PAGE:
Declining open rates certainly weren't the right direction. We had to re-examine what we delivered, whom we delivered it to, and why.
2. Uncover your content
The next step is to uncover what content you use and how it performs. For a given campaign, paste the names of each piece of content (with hyperlinks) in a spreadsheet in chronological order. Then, categorize each piece of content by its stage in the buyer journey: awareness, consideration, or decision.
Let's unpack those three labels. At the awareness stage, buyers try to define their challenge or opportunity. At the consideration stage, buyers have distinct goals and explore how to achieve them. By the decision stage, the buyer has chosen a category of solutions and evaluates them to find the best fit. The driving question flows from why to how to what.
After categorizing the content by journey stage, add your engagement data. That could include downloads, views, organic searches, gated (y/n), social shares—it depends on your marketing stack. A template might look like this:
After prepping the spreadsheet, you're ready to investigate whether your content met buyers' needs.
3. Evaluate strengths and weaknesses
In a mature B2B martech stack, you generally evaluate engagement metrics such as views, social shares, organic searches, and downloads. Those metrics may capture an audience's reaction to content, but they miss other characteristics.
Everyone in our email campaign received the same content at the same pace. Thus, the winners in the spreadsheet had appeal across personas (more on those soon). However, it's extremely hard to pin down cause and effect in content data. The top-performing pieces seemed to have self-explanatory value, but maybe that had nothing to do with their success.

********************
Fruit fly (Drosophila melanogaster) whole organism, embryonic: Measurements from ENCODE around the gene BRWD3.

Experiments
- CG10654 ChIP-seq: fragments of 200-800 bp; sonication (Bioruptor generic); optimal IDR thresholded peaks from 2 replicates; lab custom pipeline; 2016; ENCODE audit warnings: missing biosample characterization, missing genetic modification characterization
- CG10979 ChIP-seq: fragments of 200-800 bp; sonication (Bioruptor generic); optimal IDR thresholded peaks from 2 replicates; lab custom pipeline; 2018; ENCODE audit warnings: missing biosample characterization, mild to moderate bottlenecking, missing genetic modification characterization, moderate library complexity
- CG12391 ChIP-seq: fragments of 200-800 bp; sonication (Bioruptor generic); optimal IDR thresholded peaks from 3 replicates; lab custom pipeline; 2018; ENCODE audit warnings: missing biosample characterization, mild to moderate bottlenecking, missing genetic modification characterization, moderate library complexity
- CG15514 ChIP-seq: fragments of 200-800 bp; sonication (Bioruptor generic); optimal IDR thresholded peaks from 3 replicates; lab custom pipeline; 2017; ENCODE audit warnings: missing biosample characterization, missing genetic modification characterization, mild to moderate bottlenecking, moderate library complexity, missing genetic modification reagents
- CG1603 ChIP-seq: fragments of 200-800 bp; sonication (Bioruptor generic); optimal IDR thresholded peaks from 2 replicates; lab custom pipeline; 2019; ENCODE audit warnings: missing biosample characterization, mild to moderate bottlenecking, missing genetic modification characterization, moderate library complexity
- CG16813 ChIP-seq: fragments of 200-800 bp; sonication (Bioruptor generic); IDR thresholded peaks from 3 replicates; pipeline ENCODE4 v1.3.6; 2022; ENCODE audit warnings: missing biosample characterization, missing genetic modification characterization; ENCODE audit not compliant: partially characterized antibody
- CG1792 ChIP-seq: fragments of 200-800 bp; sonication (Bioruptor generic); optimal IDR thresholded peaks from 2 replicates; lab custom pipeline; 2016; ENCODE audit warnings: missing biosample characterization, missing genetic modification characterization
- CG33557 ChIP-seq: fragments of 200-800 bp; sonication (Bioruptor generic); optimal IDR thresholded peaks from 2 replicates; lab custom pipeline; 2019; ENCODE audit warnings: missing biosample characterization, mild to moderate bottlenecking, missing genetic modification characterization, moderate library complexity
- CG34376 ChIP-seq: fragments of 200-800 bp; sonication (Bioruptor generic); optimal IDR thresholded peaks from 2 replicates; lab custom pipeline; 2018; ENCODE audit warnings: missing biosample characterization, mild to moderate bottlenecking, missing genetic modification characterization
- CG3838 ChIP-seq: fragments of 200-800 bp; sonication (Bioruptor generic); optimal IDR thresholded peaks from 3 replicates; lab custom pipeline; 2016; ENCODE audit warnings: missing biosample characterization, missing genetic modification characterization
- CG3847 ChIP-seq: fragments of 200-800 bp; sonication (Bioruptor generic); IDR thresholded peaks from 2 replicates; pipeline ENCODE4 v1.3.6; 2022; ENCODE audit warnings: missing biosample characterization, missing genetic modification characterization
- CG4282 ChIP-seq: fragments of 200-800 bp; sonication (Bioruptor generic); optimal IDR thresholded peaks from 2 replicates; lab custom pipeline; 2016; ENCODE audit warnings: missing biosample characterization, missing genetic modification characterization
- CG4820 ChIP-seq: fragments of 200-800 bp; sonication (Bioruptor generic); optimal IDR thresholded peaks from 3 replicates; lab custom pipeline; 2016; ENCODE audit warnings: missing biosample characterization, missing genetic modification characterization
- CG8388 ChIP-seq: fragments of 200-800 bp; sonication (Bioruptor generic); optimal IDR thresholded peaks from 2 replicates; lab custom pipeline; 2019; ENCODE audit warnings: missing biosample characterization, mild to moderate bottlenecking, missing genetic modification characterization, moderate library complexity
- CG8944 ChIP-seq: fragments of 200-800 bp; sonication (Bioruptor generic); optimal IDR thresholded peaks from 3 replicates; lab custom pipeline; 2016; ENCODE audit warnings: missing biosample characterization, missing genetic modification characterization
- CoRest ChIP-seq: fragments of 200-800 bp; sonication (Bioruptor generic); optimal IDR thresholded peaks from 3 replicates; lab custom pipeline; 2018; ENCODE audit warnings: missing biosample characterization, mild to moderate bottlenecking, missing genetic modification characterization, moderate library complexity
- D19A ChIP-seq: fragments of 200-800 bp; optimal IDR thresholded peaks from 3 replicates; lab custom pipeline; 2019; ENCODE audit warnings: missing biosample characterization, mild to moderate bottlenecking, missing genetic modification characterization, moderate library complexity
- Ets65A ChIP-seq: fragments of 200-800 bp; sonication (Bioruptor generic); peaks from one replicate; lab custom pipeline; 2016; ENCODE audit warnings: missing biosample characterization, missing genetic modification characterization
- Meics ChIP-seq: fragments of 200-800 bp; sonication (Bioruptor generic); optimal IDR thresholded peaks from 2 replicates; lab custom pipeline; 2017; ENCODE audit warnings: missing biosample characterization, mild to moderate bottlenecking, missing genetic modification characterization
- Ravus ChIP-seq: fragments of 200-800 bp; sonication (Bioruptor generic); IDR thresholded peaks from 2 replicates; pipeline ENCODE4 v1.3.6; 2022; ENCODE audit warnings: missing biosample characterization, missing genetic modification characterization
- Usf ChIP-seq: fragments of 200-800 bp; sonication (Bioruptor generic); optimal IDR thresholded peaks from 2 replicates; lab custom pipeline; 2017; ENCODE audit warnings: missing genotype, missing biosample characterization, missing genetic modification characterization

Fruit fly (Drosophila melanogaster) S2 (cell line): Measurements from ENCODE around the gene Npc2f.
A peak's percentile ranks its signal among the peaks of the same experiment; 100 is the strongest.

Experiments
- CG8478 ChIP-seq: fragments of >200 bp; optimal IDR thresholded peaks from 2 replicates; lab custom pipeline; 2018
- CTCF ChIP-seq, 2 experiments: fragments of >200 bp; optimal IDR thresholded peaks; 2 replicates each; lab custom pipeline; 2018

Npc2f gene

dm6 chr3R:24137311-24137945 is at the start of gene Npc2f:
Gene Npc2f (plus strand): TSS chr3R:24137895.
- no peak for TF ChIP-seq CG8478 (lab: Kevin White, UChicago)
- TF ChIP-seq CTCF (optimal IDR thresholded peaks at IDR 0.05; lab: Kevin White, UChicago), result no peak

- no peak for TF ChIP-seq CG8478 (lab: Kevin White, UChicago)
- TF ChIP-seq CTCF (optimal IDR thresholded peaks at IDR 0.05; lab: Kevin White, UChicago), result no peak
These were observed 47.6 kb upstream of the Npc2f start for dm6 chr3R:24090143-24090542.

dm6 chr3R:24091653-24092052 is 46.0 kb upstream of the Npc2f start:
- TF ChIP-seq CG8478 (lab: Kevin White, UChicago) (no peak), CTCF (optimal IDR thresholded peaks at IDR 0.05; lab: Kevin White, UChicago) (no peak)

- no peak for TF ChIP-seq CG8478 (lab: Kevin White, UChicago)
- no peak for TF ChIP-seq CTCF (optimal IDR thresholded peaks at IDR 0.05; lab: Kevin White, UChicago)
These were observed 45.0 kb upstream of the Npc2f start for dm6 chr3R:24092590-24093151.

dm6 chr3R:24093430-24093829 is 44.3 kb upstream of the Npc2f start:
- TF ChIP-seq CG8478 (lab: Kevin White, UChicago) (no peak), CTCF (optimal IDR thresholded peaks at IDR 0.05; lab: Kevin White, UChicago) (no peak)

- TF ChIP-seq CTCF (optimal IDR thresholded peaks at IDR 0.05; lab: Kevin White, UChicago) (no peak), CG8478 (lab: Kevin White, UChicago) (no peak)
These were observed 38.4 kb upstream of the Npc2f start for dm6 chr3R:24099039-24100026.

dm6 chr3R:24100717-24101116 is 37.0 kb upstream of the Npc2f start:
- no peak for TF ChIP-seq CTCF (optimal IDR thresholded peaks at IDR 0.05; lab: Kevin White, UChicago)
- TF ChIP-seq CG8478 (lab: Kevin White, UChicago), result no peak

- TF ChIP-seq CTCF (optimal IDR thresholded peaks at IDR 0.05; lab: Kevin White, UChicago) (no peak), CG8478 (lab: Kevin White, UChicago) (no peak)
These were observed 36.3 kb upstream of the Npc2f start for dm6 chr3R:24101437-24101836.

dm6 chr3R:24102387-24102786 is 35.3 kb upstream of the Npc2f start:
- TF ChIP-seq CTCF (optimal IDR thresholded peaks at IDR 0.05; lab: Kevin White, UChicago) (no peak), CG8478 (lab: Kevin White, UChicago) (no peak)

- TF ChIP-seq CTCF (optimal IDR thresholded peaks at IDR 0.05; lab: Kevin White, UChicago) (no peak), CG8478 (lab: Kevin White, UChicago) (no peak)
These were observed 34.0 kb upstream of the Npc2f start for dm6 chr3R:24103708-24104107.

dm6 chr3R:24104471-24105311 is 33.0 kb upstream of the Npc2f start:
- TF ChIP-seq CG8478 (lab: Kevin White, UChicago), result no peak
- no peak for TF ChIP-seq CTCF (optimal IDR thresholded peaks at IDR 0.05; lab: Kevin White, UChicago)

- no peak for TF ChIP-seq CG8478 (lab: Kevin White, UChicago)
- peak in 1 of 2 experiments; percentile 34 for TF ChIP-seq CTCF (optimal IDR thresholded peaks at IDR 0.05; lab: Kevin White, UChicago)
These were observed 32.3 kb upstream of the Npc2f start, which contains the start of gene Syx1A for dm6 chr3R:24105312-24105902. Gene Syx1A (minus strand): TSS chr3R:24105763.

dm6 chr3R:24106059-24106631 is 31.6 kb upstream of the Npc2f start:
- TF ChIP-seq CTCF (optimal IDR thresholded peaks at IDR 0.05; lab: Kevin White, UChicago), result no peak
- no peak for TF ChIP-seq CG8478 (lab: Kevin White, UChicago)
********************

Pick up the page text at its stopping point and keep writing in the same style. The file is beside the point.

When evaluating content, try to capture qualitative attributes in numbers. Using the engagement metrics and your own reading of the content, you can rank the following on a 1-5 scale or use letter grades. Add these to the spreadsheet:
- Brand. Review the writing style for voice, tone, and messaging. Check the visual expression for photography style, colors, and fonts. How well do they reflect your brand?
- Clarity. Do the writing and layout present the information clearly and concisely?
- Accuracy. Does your content reflect the current state of your industry and company? Is the information accurate and up-to-date?
- Business value. How closely does the content relate to your business objectives?
- Utility. How much value does it provide to the reader?
Look for patterns. Maybe your best content ranks high on utility yet seems off-brand. Perhaps clarity separates your best-performing pieces from the worst. Those patterns inform the content strategy you'll create in the next step.
4. Update as needed
The content that excelled should continue to reach every persona. Update it as needed and keep it in play. However, it's time to replace the content that performed poorly.